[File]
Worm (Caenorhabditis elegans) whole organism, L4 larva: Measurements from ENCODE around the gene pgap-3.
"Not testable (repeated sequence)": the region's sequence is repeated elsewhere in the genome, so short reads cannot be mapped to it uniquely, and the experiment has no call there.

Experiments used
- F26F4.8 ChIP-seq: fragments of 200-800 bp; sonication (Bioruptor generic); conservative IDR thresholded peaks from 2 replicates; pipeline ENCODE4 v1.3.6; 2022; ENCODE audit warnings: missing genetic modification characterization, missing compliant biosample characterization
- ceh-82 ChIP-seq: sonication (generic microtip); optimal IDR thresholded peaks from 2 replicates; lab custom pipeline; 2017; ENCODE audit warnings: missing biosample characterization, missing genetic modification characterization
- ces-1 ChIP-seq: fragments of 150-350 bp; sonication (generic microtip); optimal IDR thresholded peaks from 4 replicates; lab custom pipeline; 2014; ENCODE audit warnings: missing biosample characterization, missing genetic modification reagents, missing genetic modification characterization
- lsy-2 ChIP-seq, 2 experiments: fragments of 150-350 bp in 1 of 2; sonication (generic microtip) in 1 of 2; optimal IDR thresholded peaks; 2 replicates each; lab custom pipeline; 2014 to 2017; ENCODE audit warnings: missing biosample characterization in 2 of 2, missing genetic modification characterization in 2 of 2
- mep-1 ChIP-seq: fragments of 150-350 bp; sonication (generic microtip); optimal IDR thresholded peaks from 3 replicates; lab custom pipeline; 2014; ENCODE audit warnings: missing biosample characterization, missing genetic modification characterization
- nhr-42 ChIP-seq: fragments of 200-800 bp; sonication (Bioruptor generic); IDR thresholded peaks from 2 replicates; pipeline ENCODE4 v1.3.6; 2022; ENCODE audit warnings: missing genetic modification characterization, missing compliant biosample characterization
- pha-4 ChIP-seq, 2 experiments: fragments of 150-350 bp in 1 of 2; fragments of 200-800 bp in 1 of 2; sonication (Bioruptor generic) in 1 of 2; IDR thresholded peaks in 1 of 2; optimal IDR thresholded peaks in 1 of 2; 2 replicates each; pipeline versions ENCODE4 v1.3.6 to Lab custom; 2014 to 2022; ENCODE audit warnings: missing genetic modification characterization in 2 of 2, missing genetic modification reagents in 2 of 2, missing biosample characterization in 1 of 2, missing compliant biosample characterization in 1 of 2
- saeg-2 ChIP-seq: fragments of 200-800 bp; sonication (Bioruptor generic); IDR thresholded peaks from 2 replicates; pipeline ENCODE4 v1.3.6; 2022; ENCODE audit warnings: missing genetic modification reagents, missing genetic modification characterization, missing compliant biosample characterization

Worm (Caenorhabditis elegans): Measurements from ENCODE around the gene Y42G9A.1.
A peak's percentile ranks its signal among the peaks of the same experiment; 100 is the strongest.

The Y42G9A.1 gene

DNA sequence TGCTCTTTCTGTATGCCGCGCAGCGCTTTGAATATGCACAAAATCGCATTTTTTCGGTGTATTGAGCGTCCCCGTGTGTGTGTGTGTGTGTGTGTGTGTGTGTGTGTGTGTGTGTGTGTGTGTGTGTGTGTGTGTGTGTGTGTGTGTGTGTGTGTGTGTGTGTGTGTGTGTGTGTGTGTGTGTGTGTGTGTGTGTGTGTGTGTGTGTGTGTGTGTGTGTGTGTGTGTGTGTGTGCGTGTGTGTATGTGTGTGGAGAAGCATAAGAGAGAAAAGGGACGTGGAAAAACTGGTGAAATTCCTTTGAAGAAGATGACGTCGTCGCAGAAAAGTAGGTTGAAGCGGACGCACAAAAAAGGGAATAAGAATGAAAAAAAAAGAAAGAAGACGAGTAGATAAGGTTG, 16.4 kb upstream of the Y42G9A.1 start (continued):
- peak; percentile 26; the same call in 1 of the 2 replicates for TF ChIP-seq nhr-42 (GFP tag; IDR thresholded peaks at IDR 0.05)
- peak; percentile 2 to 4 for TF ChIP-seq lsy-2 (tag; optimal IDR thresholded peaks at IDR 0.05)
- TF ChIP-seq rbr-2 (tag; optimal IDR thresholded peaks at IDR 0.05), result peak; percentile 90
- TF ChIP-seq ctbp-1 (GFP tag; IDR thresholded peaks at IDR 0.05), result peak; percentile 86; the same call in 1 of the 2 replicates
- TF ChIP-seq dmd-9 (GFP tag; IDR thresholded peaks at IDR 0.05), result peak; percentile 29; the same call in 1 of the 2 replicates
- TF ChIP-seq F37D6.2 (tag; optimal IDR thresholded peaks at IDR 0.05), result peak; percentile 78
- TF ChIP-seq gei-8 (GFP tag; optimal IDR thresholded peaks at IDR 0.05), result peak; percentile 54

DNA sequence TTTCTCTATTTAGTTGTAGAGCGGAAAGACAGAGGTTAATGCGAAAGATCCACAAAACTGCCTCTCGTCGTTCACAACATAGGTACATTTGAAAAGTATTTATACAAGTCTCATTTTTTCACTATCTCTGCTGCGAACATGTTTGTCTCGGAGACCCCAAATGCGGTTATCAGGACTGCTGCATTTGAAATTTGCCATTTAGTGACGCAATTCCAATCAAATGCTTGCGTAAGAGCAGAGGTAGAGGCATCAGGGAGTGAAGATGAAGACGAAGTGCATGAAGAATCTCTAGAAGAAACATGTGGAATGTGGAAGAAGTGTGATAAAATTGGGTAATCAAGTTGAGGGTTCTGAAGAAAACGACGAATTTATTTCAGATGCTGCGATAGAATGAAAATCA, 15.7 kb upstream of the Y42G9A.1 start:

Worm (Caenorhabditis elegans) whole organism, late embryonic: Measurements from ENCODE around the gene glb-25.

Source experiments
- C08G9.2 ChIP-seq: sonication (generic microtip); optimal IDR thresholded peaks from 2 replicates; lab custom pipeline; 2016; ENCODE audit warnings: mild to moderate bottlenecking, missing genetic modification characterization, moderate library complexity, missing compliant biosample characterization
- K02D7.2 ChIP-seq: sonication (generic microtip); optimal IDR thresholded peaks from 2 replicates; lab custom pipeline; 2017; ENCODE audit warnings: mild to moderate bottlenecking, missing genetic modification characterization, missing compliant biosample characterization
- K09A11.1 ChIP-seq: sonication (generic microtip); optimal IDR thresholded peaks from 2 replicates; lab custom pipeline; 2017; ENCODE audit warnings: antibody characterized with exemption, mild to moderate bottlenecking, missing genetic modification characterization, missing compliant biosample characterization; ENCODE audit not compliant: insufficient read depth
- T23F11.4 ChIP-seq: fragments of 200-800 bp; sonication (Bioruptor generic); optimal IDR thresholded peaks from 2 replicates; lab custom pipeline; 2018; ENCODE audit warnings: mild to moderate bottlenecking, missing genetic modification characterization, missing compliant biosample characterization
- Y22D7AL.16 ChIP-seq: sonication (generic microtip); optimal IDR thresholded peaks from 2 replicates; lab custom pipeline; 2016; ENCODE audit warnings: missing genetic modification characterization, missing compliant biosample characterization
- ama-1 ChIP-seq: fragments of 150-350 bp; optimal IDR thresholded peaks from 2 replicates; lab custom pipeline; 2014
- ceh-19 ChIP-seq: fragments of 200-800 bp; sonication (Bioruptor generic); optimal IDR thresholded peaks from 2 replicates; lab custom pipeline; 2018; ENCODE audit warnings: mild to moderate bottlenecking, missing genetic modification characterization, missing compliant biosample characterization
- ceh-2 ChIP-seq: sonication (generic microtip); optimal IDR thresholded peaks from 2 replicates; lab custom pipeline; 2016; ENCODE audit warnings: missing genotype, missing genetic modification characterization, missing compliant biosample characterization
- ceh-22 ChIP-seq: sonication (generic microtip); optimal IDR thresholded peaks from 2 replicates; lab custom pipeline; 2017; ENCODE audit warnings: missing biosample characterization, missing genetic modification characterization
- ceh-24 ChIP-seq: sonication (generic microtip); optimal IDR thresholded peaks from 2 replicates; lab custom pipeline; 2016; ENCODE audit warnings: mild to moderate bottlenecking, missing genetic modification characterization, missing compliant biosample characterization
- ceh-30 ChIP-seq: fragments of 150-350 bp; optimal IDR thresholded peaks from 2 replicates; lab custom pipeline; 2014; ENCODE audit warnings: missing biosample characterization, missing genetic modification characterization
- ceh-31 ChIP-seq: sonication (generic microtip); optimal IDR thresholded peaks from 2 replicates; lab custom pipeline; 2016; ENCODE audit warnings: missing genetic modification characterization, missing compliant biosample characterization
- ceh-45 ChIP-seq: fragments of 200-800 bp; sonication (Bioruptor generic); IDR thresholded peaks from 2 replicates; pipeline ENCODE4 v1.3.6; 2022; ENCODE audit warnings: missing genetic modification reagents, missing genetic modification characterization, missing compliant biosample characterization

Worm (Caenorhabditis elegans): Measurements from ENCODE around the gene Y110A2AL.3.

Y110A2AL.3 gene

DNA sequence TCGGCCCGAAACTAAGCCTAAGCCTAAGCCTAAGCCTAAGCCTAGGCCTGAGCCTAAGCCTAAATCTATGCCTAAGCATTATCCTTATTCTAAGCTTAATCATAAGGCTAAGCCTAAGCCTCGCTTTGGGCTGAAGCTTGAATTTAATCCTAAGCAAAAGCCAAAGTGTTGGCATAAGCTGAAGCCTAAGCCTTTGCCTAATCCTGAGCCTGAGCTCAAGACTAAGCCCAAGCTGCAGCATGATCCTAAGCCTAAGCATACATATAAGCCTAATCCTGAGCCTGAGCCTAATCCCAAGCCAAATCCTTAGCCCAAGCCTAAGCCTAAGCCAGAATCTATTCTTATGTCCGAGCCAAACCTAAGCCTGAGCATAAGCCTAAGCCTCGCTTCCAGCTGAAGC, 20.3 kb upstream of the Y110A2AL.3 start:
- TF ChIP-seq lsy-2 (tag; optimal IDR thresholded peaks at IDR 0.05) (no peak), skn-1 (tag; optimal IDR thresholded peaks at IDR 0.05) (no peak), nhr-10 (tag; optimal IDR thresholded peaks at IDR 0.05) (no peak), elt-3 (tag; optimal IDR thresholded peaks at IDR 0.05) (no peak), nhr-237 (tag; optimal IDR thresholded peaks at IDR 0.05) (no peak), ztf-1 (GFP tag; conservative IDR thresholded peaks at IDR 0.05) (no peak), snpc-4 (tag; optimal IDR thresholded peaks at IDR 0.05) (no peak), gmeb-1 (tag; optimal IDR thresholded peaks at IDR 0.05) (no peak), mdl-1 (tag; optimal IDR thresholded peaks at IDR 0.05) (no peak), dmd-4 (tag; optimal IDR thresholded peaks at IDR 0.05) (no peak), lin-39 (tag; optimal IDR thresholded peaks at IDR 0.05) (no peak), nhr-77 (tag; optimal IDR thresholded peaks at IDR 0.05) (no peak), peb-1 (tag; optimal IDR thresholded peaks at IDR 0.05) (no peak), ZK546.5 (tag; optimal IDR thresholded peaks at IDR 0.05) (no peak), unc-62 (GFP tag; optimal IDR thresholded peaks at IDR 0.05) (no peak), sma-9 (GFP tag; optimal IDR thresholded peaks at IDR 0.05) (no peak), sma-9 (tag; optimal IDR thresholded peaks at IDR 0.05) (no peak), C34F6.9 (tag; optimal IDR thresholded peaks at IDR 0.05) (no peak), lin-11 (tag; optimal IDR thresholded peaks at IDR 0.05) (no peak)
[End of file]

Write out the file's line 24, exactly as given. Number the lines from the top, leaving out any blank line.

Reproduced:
Worm (Caenorhabditis elegans) whole organism, late embryonic: Measurements from ENCODE around the gene glb-25.